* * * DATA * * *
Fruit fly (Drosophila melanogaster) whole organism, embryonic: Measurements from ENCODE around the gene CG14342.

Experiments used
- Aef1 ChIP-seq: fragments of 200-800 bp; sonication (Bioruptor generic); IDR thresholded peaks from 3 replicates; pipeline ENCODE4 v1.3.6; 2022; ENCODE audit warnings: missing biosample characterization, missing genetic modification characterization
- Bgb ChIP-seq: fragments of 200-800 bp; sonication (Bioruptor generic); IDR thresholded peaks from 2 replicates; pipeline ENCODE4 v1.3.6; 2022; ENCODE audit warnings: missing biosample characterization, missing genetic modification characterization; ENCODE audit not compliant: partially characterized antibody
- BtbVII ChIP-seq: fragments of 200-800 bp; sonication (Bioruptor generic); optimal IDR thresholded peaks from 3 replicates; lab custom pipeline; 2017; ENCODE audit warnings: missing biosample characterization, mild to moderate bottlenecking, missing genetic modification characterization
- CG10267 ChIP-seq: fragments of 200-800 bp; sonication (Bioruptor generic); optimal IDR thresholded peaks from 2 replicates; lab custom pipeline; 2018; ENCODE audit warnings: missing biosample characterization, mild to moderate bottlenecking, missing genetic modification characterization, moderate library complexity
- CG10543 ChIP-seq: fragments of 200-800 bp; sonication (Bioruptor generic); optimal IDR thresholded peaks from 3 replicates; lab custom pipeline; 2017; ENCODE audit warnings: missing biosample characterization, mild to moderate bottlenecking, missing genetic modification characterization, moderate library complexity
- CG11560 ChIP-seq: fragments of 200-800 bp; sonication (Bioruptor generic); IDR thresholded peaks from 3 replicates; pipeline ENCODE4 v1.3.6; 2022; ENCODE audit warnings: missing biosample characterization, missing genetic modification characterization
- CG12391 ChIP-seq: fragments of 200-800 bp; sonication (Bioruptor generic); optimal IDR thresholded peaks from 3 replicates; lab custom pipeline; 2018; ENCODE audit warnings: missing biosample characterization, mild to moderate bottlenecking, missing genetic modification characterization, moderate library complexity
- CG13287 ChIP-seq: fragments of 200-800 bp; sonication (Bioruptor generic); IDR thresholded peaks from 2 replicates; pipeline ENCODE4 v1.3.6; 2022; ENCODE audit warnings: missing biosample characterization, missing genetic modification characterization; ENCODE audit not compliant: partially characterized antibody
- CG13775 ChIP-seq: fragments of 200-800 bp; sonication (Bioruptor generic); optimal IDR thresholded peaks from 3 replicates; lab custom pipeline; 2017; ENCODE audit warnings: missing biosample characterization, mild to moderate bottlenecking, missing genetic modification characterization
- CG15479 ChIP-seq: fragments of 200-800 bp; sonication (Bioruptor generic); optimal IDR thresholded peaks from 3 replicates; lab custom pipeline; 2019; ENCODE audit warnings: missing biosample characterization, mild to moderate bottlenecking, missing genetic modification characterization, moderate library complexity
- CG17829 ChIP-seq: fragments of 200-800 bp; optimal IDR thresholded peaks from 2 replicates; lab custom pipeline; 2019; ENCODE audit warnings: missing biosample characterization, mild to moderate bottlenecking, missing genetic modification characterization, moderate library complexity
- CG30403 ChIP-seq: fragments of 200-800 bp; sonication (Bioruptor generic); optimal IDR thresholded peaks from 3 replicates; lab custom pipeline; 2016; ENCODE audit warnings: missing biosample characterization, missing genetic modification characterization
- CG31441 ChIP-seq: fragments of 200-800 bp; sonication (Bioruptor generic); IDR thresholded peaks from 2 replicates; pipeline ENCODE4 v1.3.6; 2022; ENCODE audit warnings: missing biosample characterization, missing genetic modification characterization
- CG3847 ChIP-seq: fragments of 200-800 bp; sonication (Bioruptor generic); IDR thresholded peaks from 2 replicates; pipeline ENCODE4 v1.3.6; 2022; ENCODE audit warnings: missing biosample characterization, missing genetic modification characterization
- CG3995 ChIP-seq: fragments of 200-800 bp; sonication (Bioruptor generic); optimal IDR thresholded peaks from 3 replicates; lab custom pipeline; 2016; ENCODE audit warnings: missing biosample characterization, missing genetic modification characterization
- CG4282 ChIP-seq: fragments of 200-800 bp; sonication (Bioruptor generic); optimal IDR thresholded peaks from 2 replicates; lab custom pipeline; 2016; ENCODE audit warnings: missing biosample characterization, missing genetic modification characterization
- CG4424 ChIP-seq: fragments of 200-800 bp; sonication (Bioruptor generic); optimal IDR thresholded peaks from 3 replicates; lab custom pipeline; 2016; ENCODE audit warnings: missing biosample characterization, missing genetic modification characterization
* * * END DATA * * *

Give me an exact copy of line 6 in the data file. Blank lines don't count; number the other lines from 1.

- CG10267 ChIP-seq: fragments of 200-800 bp; sonication (Bioruptor generic); optimal IDR thresholded peaks from 2 replicates; lab custom pipeline; 2018; ENCODE audit warnings: missing biosample characterization, mild to moderate bottlenecking, missing genetic modification characterization, moderate library complexity